…which were nice though not much nicer than the ones I bought the other day here but at least, these were cheaper – 4 for RM2.00 so that would work out to 50 sen each, 10 sen less than that other place.

I thought these were kind of pretty and cute…

WC cakes

…and I could not resist grabbing one to try. They were not all that cheap though – 4 for RM3.20 so that would be 80 sen each for that little thing. I think they were some kind of cake but they were a little bit crusty, not soft and not hard either and they had different kinds of creamy filling in them. The purple one up front (though it looks like blue in the photo) has the taste of peanut butter. On the whole, I thought they were very nice and I would not mind ordering that for dessert should I happen to be having a dinner party at home. Unlike a cake, it sure would save me the trouble of having to cut it and making a mess with the icing and all and these are rather dainty, sort of elegant, don’t you think? For RM80.00, I would get 100 and that would be more than enough to go round.

Incidentally, I went back to this shop recently for the kampua noodles (RM2.40)…


If you remember, I liked it the first time I had it there but I did not bring my camera with me so I did not blog about it then. The second time around, I ordered the noodles with pian sip but it was kind of diluted probably because the lady…


…did not drain the pian sip well enough before adding them to the noodles and I was disappointed with what I had that morning. This time around, it wasn’t really dry enough but it was all right as it did not affect the taste of the noodles and I thought they were nice enough. I was kind of put off by the bleeding red colour of the imitation char siew (barbecued meat) though so I think if I were to go there again, I would ask for the noodles mai eng nik (Don’t put meat). For one thing, it was cheaper than many other places in town – 10 sen cheaper than most and in fact, I have heard of people selling theirs at prices ranging from RM2.60 to RM3.00 a plate now. No, thank you very much – they can all jolly well eat their kampua noodles themselves as I, for one, would not be a willing victim to be fleeced like that. Tsk! Tsk!

I did notice, however, that same day that they had a stall at the back of the coffee shop selling those fried noodle dishes and the like so perhaps, I would want to try those instead. We’ll see…

With these hands…

I had to drop by here again last Saturday morning as I wanted to place some advance orders for these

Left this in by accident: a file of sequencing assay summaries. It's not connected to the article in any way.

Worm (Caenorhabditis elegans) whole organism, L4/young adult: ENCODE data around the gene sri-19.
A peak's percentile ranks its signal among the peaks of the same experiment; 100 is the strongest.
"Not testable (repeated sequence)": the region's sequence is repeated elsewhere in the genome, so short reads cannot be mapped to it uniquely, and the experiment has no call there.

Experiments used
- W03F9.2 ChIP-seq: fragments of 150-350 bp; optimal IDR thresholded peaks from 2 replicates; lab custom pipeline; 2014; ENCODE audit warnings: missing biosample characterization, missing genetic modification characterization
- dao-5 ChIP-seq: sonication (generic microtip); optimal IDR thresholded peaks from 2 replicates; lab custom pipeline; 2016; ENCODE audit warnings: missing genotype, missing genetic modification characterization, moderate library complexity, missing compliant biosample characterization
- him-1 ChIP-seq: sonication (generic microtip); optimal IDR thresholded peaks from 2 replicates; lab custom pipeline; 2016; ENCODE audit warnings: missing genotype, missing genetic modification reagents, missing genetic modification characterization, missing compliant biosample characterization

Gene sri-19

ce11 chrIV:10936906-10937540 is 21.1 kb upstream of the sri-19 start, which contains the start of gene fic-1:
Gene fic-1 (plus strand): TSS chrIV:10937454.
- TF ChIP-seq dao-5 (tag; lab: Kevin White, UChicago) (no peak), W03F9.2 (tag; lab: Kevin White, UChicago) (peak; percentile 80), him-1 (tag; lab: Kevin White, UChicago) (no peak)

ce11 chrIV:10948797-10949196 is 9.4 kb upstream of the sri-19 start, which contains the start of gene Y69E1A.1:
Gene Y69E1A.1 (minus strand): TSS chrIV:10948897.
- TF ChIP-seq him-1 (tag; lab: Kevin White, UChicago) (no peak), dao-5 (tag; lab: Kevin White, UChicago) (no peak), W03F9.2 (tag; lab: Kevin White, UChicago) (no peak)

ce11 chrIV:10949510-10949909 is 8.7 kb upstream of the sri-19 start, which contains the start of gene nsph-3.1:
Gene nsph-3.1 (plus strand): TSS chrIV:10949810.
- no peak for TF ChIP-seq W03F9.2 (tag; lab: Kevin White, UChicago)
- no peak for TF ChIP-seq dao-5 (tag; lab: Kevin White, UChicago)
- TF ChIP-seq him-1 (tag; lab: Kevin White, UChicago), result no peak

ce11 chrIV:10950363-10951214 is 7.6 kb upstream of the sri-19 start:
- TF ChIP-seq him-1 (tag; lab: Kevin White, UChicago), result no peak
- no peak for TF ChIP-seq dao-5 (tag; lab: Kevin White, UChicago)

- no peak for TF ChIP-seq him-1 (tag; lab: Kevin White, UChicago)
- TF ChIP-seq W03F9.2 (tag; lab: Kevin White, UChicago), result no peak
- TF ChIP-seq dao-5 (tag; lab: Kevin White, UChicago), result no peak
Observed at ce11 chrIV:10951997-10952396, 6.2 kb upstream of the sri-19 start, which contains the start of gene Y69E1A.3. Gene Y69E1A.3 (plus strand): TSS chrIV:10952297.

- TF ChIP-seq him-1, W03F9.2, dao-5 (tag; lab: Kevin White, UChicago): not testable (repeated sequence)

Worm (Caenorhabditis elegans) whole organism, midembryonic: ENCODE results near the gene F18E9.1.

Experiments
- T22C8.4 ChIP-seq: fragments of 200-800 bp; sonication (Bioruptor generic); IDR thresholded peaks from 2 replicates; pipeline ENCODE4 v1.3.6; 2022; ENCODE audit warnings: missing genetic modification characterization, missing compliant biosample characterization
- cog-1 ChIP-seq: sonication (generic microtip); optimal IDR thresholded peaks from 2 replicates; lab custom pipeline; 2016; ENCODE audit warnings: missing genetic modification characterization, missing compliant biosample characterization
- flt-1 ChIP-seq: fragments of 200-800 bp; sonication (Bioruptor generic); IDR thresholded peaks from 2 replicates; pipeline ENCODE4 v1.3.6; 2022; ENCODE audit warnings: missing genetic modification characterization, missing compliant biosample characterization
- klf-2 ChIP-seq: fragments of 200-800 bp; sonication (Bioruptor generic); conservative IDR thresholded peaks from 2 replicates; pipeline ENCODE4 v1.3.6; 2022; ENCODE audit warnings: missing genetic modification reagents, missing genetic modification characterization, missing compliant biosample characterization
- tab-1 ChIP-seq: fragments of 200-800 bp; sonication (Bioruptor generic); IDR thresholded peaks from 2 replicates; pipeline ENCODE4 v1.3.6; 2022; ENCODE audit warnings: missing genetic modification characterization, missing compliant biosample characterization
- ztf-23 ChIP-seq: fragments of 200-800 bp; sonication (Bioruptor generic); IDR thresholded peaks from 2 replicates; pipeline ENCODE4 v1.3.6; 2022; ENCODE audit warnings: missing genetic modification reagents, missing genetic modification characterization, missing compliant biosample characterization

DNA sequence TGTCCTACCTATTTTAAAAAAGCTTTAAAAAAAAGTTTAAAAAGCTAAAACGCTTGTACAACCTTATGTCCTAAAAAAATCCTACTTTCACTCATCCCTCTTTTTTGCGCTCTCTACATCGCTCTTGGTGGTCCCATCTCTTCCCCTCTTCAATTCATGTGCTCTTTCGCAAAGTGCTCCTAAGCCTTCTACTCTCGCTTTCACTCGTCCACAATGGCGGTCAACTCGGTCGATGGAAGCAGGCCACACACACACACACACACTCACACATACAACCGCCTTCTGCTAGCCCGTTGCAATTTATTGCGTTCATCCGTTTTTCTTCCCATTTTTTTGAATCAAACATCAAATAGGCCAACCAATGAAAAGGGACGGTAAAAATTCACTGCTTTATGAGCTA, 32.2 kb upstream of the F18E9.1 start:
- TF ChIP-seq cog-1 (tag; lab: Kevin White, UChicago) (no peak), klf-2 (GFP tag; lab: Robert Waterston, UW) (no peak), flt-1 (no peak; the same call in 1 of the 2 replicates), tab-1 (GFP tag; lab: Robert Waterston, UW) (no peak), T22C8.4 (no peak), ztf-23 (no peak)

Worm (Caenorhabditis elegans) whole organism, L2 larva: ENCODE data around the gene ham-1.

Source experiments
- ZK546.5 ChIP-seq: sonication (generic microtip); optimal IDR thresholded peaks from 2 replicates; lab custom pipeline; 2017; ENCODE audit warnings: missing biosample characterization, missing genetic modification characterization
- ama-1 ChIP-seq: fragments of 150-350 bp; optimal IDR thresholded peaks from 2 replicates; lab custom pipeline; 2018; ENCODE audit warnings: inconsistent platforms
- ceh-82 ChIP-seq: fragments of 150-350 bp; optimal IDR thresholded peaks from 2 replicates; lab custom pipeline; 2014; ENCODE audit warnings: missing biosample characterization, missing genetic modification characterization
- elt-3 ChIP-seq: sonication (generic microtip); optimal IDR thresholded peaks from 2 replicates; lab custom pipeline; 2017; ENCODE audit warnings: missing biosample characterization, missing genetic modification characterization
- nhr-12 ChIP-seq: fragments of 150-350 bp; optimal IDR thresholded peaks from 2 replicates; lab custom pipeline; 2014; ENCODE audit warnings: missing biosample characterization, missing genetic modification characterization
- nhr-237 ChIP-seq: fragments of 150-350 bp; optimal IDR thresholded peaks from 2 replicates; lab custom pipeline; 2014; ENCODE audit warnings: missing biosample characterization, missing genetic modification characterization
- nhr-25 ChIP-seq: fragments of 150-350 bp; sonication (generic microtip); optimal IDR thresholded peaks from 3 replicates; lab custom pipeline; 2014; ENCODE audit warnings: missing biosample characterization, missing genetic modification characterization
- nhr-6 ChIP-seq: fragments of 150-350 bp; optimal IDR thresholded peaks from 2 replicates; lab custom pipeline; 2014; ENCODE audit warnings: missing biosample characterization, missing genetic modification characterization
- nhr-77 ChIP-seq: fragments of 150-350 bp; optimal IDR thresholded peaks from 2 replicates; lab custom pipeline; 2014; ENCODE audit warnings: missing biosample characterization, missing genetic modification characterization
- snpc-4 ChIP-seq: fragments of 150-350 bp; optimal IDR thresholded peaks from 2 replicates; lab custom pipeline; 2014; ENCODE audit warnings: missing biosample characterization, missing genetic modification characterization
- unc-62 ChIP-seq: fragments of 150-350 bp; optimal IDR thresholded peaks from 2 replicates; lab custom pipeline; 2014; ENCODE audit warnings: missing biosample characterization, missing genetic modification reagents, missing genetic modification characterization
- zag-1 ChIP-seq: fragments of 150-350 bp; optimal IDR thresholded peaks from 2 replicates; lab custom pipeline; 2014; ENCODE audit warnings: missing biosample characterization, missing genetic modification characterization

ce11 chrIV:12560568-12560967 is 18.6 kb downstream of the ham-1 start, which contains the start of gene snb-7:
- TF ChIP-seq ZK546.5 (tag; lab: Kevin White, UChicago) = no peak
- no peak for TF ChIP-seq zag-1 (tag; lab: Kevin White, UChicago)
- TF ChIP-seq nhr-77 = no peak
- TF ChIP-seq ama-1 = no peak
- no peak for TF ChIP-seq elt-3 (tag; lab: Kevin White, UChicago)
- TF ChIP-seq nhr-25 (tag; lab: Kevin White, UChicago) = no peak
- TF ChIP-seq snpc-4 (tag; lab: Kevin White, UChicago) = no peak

Instant Sibu kampua

…for my friends who will be in town around the end of the month. Indeed, word has gone round about it, spreading like wild fire, and everyone would like to get hold of some to try or they want more of what they have had and liked a lot…and the last I saw on Facebook was that someone in Africa has received his consignment of the stuff – one whole big box of it…and another very happy individual would be my friend, Annie-Q, in KL, of course – her mum dropped by KL and passed her 15 packs of the instant kampua and needless to say, she has been enjoying that since!

They make the noodles by hand…

Making 1
*The Kitchen’s photo from their Facebook page*

…and dry them in the sun…

Drying kampua
*The Kitchen’s photo from their Facebook page*

…with no preservatives added so they should not be kept too long – I hear that they’re good for around three months only. The production is not on a very big scale and is somewhat labour intensive…

Making  2

…done manually, step by step…

Making 3

…all the way…

Making 4

…and that is why if you intend to get hold of any especially when you want a lot, it would be best to go a few days earlier and place your order.

Well, since we were already there, we thought that we might as well have brunch and since Melissa had not been there before, I suggested that she had their very nice fish noodles…


…with the ordinary bihun and not the big variety, the hung ngang that my missus had previously and she enjoyed it very much…unlike what she had at Taiping, Perak when a coursemate took her and her friends out to eat and she had the same there.

It is quite obvious that my missus likes their fish tom yum hung ngang


…that she had on our previous visit – she had that again and she was wondering whether everybody else would get so much fish as well as she thought that was really quite a lot.

I decided to try their kampua noodles…with stewed pork…

KM with stewed pork

…but it did not really tickle my fancy. The stewed pork was very nice – nicer than what they serve here or here but the gravy drowned out whatever kampua noodle taste there might be. It tasted fine, this much I would admit, but I’m afraid it did not taste like kampua mee as we know it. I should have ordered the usual kampua mee that is also on their menu and I could have made a more valid comparison. Incidentally, I did ask the girl and she said that they do not use the noodles that they make themselves for these – I guess they do not make them fast enough for sale and would be hard-pressed for any to use themselves.